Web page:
Eve Online is often touted as a sandbox environment. Everyone’s free to choose their own direction! One of which is: being a miner. Miners provide much of the raw ore that keeps Eve’s industrialists occupied, and as such it’s one of the cornerstones of Eve’s economy – of which CCP is quite proud. I can’t state it with any certainty, but I don’t think Eve Online could sustain a meaningful economy without the miners. Yet the most vocal inhabitants of New Eden are those who chose a completely different career: the PVP pilots and pirates who insist it's fun to blow up these same miners.

From my point of view, there's a deeper difference in mindset separating the pirates from the miners, that's causing the strife between the two. Allow me to elaborate - I'll try not to be as long as Helicity, I promise ;-)

A while ago I read Edward Castranova's "Synthetic Worlds", which deals with virtual worlds, MMO games and such. Dating from 2006 it was, as far as I know, one of the first attempts at a scientific explanation of the MMO/virtual world phenomenon. Castranova describes four typical categories of inhabitants of these worlds: explorers, socializers, achievers and controllers. Explorers want to discover beautiful and new vistas, the new, the unexpected, "to boldly go..". Socializers seek the company, corp chat, doing stuff together. Achievers want to build value, hoard wealth, get somewhere the peaceful way. Finally, the controllers want to be in charge. They compete, defeat, dominate and if necessary decimate. And yet, in Castranova's words, "to them, it's all a sport".

I consider myself an explorer. I'm in New Eden to find out what's there, to try new things every now and then, to enjoy the scenery. I'm also a socializer, as I like the company, and I'm an achiever insofar that I want to be wealthy enough to replace anything I might lose. Most miners and industrialists (and mission runners) definitely fall in the socializers and achievers category. And pirates, well, I hate state the obvious, but they are of course the controllers of New Eden.

Speaking in Castranova's terms, socializers and achievers are really of a different mindset than the controllers, and these differences in mindset and character have always been a source of irritation between 'carebears' and 'griefers', in many an MMO game and perhaps in real life too. It's nothing new, really.

I recognize this difference, also. To me, personally, reading Helicity's rant is like reading the utterings of a completely alien mind. I can't for the life of me understand what's so funny about blowing up miners, why it's fun to deny some harmless n00b miner his achievement. I can't understand why he hates these people so much (apart from the insults hurled at him, that is). I don't understand why anyone would enjoy inflicting harm on (and triggering anger in) those hapless miners who are explicitly not looking for pvp. The whole concept is just alien to me. And frankly, I really doubt whether it's healthy to display so much hatred while, at the same time, saying 'it's all just a game, people' (as any controller would) to those who are angry with him.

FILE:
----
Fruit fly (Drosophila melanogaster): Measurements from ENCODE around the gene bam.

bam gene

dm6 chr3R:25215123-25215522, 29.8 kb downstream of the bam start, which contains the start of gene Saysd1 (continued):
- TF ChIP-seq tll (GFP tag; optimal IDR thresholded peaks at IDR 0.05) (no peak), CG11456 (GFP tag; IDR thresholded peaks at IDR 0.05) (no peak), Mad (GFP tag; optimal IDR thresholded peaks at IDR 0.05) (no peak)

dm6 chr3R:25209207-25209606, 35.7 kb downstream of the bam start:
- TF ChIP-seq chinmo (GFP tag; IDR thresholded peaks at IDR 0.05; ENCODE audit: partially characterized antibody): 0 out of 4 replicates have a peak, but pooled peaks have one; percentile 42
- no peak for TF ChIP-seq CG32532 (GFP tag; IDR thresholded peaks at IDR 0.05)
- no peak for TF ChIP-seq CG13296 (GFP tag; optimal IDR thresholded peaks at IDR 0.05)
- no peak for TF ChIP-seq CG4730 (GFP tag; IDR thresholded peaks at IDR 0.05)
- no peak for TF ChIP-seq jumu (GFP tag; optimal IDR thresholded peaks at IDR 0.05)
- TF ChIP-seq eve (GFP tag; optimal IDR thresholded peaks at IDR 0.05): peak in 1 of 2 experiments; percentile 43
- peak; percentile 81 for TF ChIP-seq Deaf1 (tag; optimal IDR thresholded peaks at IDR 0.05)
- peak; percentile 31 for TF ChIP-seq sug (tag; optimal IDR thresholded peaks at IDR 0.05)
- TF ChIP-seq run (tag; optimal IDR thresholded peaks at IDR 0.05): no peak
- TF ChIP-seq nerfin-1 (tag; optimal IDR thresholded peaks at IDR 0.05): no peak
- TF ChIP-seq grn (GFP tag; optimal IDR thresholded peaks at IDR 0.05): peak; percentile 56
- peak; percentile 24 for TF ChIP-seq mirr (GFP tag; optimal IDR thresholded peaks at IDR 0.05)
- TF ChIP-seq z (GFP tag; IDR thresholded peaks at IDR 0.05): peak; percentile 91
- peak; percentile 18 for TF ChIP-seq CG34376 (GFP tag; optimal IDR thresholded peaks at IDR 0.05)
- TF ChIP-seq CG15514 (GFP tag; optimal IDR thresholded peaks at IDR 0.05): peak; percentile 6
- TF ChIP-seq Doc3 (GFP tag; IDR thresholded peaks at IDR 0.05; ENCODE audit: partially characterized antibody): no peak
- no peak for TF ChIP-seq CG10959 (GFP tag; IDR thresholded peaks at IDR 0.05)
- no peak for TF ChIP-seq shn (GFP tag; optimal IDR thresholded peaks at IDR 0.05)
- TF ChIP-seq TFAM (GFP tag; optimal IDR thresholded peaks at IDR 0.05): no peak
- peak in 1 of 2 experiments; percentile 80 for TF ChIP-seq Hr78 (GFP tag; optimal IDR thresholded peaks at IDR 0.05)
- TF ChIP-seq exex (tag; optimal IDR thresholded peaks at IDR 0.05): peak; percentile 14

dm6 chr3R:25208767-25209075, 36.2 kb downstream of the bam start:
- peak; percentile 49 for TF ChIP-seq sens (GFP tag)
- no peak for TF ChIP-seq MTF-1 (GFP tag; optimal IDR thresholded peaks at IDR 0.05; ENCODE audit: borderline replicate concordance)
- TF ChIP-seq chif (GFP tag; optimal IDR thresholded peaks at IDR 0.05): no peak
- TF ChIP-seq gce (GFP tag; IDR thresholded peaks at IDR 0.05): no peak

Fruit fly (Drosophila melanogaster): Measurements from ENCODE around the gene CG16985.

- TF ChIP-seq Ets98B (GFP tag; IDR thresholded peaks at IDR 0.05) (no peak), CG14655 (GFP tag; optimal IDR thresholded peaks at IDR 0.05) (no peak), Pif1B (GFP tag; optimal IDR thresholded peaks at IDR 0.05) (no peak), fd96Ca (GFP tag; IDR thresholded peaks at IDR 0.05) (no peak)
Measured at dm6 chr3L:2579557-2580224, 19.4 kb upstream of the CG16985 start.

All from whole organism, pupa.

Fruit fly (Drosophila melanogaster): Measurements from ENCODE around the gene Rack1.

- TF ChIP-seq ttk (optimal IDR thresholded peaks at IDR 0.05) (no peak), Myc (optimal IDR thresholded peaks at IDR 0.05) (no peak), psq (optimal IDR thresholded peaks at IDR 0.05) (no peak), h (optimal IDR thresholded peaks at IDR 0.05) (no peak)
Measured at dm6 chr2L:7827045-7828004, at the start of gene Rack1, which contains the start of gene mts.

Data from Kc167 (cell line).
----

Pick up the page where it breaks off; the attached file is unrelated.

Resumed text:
So, even while I may not agree with Helicity - because I really don't recognize anything of his motives and urges - I can, in the framework of Castranova's descriptions, see where he's coming from. And I can also understand why an achiever type pilot would be hurt and confused with someone like Helicity blowing up their stuff. Achievers and controllers differ so much in mindset, world view and game perception, that they are almost mutually exclusive.

For achievers, the bad news is, that in the setting of New Eden, much of the game mechanics are geared to accommodate the Helicities, the controllers of space. There's (some) room for explorers and socializers, but achievers are, however important they may be for Eve's economy, very low on CCP's priority list. This is not an accident; this is by design.

CCP may probably have a low new player retention for achiever type pilots because of this, and because my own instincts are more akin to socializers/achievers than to controllers, I'm not happy with that. I have, earlier, advocated more protection for new players, perhaps in 1.0 space only. I still think CCP could financially benefit from that: it would make the learning curve more of a curve than, well, a virtual graveyard. But at the same time, I recognize it may be very hard to balance achievers and controllers in a better way, without hurting the whole premise of New Eden.

In the mean time.. fly safe, all :)

Saturday, January 16, 2010

Eve Online: Roaming through nullsec

I rarely leave highsec. Lowsec is definitely not appealing; it's dangerous and not very rewarding to visit. Why even bother? Nullsec however is different, and I've wanted to visit it for a long time. I first went there a few months ago, and I made it a few jumps in, until I ran into Wensley who quickly ridded me of my vessel, pod and clone. He did, however, give me some advice on how to avoid warp bubbles the next time!